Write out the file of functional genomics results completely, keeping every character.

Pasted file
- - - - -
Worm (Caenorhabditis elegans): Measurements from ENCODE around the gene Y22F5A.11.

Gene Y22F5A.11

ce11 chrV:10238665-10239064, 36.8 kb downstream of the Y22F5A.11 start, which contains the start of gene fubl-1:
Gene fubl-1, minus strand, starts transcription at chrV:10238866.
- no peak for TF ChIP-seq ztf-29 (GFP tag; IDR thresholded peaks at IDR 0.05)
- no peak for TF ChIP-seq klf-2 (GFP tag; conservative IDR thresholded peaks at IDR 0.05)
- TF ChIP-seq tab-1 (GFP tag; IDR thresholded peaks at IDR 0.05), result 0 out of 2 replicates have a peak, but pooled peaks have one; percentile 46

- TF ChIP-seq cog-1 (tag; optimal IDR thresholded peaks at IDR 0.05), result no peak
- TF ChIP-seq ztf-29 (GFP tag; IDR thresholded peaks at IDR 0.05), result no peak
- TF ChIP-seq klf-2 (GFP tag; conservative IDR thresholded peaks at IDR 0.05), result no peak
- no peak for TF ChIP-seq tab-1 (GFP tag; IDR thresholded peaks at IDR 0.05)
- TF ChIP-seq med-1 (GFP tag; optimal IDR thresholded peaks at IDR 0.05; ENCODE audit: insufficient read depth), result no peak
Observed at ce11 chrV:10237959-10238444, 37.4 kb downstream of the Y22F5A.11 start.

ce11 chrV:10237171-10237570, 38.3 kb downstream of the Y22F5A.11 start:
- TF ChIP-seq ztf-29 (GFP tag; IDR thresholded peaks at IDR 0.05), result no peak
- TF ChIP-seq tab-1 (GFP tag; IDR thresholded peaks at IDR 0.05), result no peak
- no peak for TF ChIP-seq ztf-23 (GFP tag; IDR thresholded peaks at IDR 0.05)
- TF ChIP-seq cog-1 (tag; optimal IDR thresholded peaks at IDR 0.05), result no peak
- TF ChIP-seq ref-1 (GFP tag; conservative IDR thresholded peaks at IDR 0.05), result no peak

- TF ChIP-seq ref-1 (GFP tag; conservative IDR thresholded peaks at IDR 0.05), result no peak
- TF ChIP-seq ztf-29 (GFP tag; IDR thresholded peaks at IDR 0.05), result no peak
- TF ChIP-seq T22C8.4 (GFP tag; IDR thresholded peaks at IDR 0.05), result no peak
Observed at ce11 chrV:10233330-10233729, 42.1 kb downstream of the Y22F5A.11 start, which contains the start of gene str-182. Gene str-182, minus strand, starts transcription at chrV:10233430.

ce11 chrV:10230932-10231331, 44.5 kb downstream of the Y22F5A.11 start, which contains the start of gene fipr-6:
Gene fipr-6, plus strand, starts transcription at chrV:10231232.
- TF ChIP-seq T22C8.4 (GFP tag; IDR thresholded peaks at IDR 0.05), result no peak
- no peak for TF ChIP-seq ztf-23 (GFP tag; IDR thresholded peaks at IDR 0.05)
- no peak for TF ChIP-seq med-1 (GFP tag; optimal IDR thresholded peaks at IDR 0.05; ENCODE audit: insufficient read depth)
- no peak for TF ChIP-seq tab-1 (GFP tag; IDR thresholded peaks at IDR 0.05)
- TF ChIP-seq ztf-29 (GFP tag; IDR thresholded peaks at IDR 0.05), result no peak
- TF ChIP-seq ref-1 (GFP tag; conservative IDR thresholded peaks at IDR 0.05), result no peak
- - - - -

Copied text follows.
Worm (Caenorhabditis elegans): Measurements from ENCODE around the gene Y22F5A.11.

Gene Y22F5A.11

ce11 chrV:10238665-10239064, 36.8 kb downstream of the Y22F5A.11 start, which contains the start of gene fubl-1:
Gene fubl-1, minus strand, starts transcription at chrV:10238866.
- no peak for TF ChIP-seq ztf-29 (GFP tag; IDR thresholded peaks at IDR 0.05)
- no peak for TF ChIP-seq klf-2 (GFP tag; conservative IDR thresholded peaks at IDR 0.05)
- TF ChIP-seq tab-1 (GFP tag; IDR thresholded peaks at IDR 0.05), result 0 out of 2 replicates have a peak, but pooled peaks have one; percentile 46

- TF ChIP-seq cog-1 (tag; optimal IDR thresholded peaks at IDR 0.05), result no peak
- TF ChIP-seq ztf-29 (GFP tag; IDR thresholded peaks at IDR 0.05), result no peak
- TF ChIP-seq klf-2 (GFP tag; conservative IDR thresholded peaks at IDR 0.05), result no peak
- no peak for TF ChIP-seq tab-1 (GFP tag; IDR thresholded peaks at IDR 0.05)
- TF ChIP-seq med-1 (GFP tag; optimal IDR thresholded peaks at IDR 0.05; ENCODE audit: insufficient read depth), result no peak
Observed at ce11 chrV:10237959-10238444, 37.4 kb downstream of the Y22F5A.11 start.

ce11 chrV:10237171-10237570, 38.3 kb downstream of the Y22F5A.11 start:
- TF ChIP-seq ztf-29 (GFP tag; IDR thresholded peaks at IDR 0.05), result no peak
- TF ChIP-seq tab-1 (GFP tag; IDR thresholded peaks at IDR 0.05), result no peak
- no peak for TF ChIP-seq ztf-23 (GFP tag; IDR thresholded peaks at IDR 0.05)
- TF ChIP-seq cog-1 (tag; optimal IDR thresholded peaks at IDR 0.05), result no peak
- TF ChIP-seq ref-1 (GFP tag; conservative IDR thresholded peaks at IDR 0.05), result no peak

- TF ChIP-seq ref-1 (GFP tag; conservative IDR thresholded peaks at IDR 0.05), result no peak
- TF ChIP-seq ztf-29 (GFP tag; IDR thresholded peaks at IDR 0.05), result no peak
- TF ChIP-seq T22C8.4 (GFP tag; IDR thresholded peaks at IDR 0.05), result no peak
Observed at ce11 chrV:10233330-10233729, 42.1 kb downstream of the Y22F5A.11 start, which contains the start of gene str-182. Gene str-182, minus strand, starts transcription at chrV:10233430.

ce11 chrV:10230932-10231331, 44.5 kb downstream of the Y22F5A.11 start, which contains the start of gene fipr-6:
Gene fipr-6, plus strand, starts transcription at chrV:10231232.
- TF ChIP-seq T22C8.4 (GFP tag; IDR thresholded peaks at IDR 0.05), result no peak
- no peak for TF ChIP-seq ztf-23 (GFP tag; IDR thresholded peaks at IDR 0.05)
- no peak for TF ChIP-seq med-1 (GFP tag; optimal IDR thresholded peaks at IDR 0.05; ENCODE audit: insufficient read depth)
- no peak for TF ChIP-seq tab-1 (GFP tag; IDR thresholded peaks at IDR 0.05)
- TF ChIP-seq ztf-29 (GFP tag; IDR thresholded peaks at IDR 0.05), result no peak
- TF ChIP-seq ref-1 (GFP tag; conservative IDR thresholded peaks at IDR 0.05), result no peak